Shopping & Style

My Hamptons: Pierre Weber – Restaurateur, Host, Son of a Baker

Running Pierre's restaurant is like being in charge of a theater.

If you see the cornflower blue deux chevaux, you know who’s driving. It is usually parked outside Pierre’s eponymous restaurant in Bridgehampton, site of Bastille Day celebrations and presidential visits and extraordinary cuisine and charm that has made the locale a true Hamptons landmark, the appeal and draw of which comes as much from the man as the menu.

Pierre is almost always there, bonjouring patrons, taking reservations, or checking on what’s cooking, all with an infectious enthusiasm that draws from the local environs he calls home. “I love the ocean and I love the quality of life here,” he says. “I love what I do.”

Behind the Hedges: What is the best part about running Pierre’s?

Pierre Weber: Sometimes I feel I am in charge of a theater. And in charge of a theater, you need to make sure each actor knows their texts, that they speak well and sound good. The lights need to be good, the heat needs to be right, I need to make sure that everyone who comes in here has a good experience. It’s all about the experience. My job is to make sure that my customers who have made the effort and have the privilege to come here enjoy the experience.

BTH: How has the restaurant changed over the years?

PW: It has been an evolution over the years. Learning to understand the market out here, which has nothing to do with the market in Manhattan, and I discovered it’s very seasonal. Painfully seasonal, but fun. It gives me a lot of free time to get away and reorganize. The off-season is shorter and shorter, too.

BTH: What is your favorite dish you make here?

PW: I love them all. If they are on the menu it is because I like them. The customers like a lot the branzino and the lobster fricassee.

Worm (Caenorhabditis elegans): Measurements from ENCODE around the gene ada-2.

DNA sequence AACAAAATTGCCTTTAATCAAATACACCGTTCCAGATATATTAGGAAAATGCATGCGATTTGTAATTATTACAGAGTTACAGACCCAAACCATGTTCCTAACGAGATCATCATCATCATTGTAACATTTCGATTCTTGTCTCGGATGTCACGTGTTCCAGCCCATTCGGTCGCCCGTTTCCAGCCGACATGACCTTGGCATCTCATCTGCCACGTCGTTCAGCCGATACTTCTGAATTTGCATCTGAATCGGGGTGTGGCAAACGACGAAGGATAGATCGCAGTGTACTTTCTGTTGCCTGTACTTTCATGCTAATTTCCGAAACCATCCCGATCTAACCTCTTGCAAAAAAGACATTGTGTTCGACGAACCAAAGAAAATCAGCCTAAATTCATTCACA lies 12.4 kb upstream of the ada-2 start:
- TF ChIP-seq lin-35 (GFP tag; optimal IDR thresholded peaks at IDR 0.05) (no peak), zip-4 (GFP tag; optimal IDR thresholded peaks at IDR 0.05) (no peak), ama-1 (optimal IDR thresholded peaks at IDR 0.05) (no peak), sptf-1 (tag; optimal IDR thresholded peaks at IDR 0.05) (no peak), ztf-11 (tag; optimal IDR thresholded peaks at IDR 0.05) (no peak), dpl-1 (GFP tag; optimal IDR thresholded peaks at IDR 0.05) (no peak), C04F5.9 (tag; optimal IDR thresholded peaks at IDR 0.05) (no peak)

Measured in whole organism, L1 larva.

BTH: Who is your favorite chef?

PW: The people from whom I learned when I was in France. They taught me—not recipes—but a way of loving what I’m doing. Satisfaction. To go home at night and say “I did a good job today, and I can do better tomorrow.” These people transmitted to me a love of what they were doing. There are miles of recipes anywhere you go: that is not the issue. It is the love of doing what you do that makes it agreeable.

BTH: Describe your perfect day on the East End.

PW: In the morning, I would walk my dog, go to my little store in Sagaponack to see what’s going on, they’re preparing food for here, so I take my little truck and I make my delivery myself and I enjoy it. I am checking to make sure everything is up to par and I am teaching them, and just make sure everything goes together. That’s my perfect day.

BTH: So your perfect day involves work.

PW: I am the son of a baker. I didn’t learn to go on vacation too often and I didn’t learn to be off on weekends. I worked with my parents and on Saturday and Sunday, I would clean up. So for me weekends don’t mean anything.

BTH: If you could have anyone at your Hamptons dinner party, dead or alive, who would you invite?

PW: Anthony Bourdain. [French chef] Jean Delaveyne, a crazy man but he did teach me passion. Serge Breda [master of French pastry]. He was my mentor.

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